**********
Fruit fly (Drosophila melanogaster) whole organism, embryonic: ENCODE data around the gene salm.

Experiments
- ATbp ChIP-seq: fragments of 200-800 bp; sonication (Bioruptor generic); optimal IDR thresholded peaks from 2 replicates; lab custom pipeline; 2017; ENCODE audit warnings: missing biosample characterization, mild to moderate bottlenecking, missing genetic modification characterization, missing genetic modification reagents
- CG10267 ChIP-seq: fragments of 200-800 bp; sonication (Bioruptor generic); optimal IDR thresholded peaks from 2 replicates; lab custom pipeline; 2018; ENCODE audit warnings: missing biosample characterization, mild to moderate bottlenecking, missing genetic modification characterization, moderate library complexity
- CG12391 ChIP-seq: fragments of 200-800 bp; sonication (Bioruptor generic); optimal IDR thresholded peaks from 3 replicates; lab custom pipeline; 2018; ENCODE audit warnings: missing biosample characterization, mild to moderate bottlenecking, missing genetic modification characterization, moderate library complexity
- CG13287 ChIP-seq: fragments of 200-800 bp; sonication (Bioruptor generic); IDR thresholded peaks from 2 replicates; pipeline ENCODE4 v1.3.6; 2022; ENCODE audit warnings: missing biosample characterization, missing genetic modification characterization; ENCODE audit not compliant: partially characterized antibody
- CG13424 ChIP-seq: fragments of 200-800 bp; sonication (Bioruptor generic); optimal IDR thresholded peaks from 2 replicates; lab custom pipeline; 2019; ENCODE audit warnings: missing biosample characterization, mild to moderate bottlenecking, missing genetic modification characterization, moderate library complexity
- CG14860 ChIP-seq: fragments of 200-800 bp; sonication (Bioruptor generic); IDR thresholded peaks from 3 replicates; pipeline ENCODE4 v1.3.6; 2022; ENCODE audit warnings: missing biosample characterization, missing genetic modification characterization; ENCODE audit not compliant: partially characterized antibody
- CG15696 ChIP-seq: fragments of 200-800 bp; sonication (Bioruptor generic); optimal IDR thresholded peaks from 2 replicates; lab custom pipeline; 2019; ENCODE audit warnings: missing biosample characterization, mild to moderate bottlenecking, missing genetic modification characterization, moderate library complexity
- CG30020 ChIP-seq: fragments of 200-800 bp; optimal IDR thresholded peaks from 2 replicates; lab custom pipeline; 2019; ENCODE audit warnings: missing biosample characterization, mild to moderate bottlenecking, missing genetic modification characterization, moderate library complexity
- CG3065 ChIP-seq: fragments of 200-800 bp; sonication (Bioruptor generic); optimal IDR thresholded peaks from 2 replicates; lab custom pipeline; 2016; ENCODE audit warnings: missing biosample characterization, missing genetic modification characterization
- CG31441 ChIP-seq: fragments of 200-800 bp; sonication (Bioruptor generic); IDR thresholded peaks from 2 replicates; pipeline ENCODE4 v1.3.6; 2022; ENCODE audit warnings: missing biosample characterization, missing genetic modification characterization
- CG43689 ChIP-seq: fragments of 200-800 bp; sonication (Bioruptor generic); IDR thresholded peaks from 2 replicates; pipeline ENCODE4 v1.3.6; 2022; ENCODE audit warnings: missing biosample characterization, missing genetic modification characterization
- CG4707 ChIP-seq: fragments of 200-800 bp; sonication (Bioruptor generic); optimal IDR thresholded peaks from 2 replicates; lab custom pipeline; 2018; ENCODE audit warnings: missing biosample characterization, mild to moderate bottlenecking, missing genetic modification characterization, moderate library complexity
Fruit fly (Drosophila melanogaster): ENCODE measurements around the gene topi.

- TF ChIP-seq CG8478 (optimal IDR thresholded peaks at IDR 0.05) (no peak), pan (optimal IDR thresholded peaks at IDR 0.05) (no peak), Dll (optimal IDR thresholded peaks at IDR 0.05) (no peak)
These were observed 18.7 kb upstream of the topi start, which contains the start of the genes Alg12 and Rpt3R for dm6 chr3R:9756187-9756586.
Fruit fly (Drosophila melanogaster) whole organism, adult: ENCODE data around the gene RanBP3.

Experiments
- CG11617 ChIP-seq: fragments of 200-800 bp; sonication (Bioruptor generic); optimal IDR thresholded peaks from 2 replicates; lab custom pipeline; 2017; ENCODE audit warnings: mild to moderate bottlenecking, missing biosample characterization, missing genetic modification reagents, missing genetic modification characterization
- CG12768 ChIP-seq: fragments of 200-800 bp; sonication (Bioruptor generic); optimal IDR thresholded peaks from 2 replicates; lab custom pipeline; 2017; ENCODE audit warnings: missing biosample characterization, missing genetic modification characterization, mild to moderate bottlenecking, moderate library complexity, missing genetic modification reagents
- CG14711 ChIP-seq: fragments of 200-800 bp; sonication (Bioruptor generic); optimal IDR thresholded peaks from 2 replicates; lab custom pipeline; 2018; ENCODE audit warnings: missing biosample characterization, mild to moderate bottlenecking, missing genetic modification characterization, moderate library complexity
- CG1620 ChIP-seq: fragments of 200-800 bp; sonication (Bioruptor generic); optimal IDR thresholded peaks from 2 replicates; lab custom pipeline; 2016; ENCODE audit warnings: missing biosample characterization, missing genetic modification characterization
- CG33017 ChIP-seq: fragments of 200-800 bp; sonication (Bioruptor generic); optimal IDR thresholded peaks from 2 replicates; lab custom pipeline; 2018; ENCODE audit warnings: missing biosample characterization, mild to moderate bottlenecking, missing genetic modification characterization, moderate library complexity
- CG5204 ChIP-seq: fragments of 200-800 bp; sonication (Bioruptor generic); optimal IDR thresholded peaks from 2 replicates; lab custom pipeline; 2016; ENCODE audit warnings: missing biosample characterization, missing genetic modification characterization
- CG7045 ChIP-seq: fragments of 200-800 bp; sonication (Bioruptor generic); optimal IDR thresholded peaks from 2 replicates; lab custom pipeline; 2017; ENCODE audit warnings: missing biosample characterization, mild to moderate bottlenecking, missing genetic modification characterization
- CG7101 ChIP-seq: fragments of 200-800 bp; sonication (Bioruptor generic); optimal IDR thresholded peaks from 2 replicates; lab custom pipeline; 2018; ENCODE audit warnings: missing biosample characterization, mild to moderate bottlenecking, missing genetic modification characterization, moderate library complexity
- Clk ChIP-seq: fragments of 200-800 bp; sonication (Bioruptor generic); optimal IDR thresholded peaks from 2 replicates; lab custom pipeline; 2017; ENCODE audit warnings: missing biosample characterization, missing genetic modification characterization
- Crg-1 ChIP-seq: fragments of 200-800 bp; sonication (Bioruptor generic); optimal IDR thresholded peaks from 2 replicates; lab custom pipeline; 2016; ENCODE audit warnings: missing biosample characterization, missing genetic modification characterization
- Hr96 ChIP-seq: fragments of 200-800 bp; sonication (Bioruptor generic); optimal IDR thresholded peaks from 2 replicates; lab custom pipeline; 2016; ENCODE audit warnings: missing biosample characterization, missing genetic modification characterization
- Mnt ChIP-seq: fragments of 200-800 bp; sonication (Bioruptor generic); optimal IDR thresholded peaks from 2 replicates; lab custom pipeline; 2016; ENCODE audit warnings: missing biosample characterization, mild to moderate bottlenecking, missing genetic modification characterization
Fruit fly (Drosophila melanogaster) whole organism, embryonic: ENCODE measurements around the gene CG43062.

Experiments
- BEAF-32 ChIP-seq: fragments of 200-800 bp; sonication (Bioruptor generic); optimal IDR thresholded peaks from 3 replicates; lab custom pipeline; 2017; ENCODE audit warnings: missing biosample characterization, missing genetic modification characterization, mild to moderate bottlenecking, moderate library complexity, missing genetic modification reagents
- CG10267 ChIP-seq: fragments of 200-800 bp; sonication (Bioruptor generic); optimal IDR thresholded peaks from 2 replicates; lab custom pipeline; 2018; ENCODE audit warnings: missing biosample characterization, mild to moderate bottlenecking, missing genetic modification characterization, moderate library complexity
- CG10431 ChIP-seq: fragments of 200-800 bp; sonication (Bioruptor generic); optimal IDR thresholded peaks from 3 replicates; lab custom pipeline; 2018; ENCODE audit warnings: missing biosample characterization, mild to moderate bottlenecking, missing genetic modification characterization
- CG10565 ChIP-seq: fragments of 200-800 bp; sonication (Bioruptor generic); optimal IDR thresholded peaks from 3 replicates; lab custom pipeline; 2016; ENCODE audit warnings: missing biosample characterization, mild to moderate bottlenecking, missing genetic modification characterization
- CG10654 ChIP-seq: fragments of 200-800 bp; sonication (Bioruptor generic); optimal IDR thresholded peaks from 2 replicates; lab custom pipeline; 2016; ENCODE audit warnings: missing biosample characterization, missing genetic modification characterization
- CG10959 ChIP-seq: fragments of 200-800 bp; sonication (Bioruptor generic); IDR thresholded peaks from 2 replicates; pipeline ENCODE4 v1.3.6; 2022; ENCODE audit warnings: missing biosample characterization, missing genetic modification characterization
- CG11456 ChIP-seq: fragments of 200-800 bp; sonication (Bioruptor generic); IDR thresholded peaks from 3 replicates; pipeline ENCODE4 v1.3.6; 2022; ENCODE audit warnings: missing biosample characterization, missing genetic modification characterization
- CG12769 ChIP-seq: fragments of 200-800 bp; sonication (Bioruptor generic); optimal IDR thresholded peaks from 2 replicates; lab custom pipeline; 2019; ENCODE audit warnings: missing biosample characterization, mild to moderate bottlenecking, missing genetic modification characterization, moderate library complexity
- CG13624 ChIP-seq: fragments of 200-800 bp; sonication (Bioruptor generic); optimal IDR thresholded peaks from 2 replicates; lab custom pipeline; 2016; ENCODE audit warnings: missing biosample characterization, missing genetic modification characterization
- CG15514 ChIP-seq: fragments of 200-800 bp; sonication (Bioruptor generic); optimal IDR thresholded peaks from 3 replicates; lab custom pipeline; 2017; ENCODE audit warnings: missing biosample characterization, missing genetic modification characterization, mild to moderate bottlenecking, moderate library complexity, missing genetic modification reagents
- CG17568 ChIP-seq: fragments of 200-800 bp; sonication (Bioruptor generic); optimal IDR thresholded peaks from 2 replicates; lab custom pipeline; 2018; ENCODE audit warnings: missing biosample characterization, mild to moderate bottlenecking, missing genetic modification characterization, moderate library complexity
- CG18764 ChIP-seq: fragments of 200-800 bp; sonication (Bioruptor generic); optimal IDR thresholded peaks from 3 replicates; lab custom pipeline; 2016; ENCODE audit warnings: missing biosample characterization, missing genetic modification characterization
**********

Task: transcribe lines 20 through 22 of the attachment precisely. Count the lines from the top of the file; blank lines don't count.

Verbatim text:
- CG11617 ChIP-seq: fragments of 200-800 bp; sonication (Bioruptor generic); optimal IDR thresholded peaks from 2 replicates; lab custom pipeline; 2017; ENCODE audit warnings: mild to moderate bottlenecking, missing biosample characterization, missing genetic modification reagents, missing genetic modification characterization
- CG12768 ChIP-seq: fragments of 200-800 bp; sonication (Bioruptor generic); optimal IDR thresholded peaks from 2 replicates; lab custom pipeline; 2017; ENCODE audit warnings: missing biosample characterization, missing genetic modification characterization, mild to moderate bottlenecking, moderate library complexity, missing genetic modification reagents
- CG14711 ChIP-seq: fragments of 200-800 bp; sonication (Bioruptor generic); optimal IDR thresholded peaks from 2 replicates; lab custom pipeline; 2018; ENCODE audit warnings: missing biosample characterization, mild to moderate bottlenecking, missing genetic modification characterization, moderate library complexity